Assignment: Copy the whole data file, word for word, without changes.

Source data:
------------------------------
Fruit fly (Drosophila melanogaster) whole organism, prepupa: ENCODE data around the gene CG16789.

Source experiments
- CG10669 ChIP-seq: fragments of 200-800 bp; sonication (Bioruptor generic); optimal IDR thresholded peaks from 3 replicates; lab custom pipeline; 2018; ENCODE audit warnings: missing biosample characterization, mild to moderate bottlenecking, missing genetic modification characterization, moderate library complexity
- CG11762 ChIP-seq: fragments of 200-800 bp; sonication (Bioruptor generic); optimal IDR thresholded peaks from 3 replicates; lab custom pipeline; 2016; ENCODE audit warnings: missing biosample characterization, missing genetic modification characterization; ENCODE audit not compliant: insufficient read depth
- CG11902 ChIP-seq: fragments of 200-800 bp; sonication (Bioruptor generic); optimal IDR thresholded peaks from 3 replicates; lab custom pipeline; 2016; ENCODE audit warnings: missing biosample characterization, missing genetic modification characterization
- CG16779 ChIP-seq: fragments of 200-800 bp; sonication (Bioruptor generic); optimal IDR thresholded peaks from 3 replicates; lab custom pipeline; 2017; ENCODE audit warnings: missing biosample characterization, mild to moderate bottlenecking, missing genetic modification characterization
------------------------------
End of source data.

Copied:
Fruit fly (Drosophila melanogaster) whole organism, prepupa: ENCODE data around the gene CG16789.

Source experiments
- CG10669 ChIP-seq: fragments of 200-800 bp; sonication (Bioruptor generic); optimal IDR thresholded peaks from 3 replicates; lab custom pipeline; 2018; ENCODE audit warnings: missing biosample characterization, mild to moderate bottlenecking, missing genetic modification characterization, moderate library complexity
- CG11762 ChIP-seq: fragments of 200-800 bp; sonication (Bioruptor generic); optimal IDR thresholded peaks from 3 replicates; lab custom pipeline; 2016; ENCODE audit warnings: missing biosample characterization, missing genetic modification characterization; ENCODE audit not compliant: insufficient read depth
- CG11902 ChIP-seq: fragments of 200-800 bp; sonication (Bioruptor generic); optimal IDR thresholded peaks from 3 replicates; lab custom pipeline; 2016; ENCODE audit warnings: missing biosample characterization, missing genetic modification characterization
- CG16779 ChIP-seq: fragments of 200-800 bp; sonication (Bioruptor generic); optimal IDR thresholded peaks from 3 replicates; lab custom pipeline; 2017; ENCODE audit warnings: missing biosample characterization, mild to moderate bottlenecking, missing genetic modification characterization